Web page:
Sunday trading changes set to damage high streets
The plans to devolve Sunday trading regulations to local authorities have been condemned by the Association of Convenience Stores as damaging to high streets.
The government is pressing ahead with plans to allow local councils to extend trading hours on Sundays.
Amendments to the Enterprise Bill will be introduced to enable the change in hours to be made in the autumn.
Ministers said that local retailers will have the flexibility to adjust hours so they can compete for trade.
ACS chief executive James Lowman said: "Changing Sunday trading regulations will not help the high street; it would actually damage small high street stores as trade would get diverted to large out of town supermarkets.
While ministers talk of increasing high street sales, the reality is that the public won't have more money to spend just because the shops are open longer. People will simply spend the same amount of money over a longer period of time, increasing the cost base for many larger stores.
"Extending Sunday trading hours will not affect high street competitiveness with online shopping. A poll of 2,000 people conducted by Populus in January 2016 showed that of those who prefer to shop online instead of on the high street, not a single one cited Sunday trading legislation as their reason for doing so. The reasons given ranged from online shopping being more convenient, cheaper and easier than shopping on the high street but opening hours were not a factor. Additionally, of the companies that reported their trading updates post-Christmas, not a single one cited Sunday trading regulations as a factor that affected their sales.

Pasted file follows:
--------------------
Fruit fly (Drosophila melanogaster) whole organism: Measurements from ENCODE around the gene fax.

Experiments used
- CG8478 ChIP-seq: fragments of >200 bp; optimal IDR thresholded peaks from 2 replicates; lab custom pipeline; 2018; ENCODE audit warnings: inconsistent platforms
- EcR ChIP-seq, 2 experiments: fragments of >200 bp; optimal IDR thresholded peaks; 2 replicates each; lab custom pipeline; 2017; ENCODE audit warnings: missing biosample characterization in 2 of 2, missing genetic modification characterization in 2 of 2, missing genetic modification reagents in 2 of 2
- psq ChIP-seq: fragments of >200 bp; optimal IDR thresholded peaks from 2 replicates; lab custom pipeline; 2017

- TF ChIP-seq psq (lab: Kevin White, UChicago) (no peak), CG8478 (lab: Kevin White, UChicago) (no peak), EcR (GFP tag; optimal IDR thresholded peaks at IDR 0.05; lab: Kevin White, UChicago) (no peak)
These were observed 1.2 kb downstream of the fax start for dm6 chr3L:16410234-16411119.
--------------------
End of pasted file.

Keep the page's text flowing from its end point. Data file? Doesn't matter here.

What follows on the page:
"More than two-thirds of the general public support the current Sunday trading laws. We cannot allow this unpopular, unnecessary and damaging legislation to be forced through Parliament when it did not feature in the Conservative manifesto, and when there is such strong opposition from within all parties at Westminster and from a broad coalition of shop workers, small shops, family groups and churches."
ACS is part of the campaign group Keep Sunday Special (www.keepsundayspecial.org.uk )
ActSmart work alongside ACS and fourteen other membership organisations to form the Independent Retailers Confederation (IRC) which provides a platform to increase the profile and voice of independent retailing within Government and Parliament.
IRC members share intelligence on political, policy and government relationship issues and wherever possible work together to champion small business issues.
The combined representation of the IRC provides a strong campaigning body, enhancing the support that organisations can deliver to their membership.
The IRC also provides the Secretariat for the All Party Parliamentary Small Shops Group (APPSSG). This group, Chaired by Priti Patel MP, runs a range policy relevant debates each years to engage parliamentarians on small shop policy issues.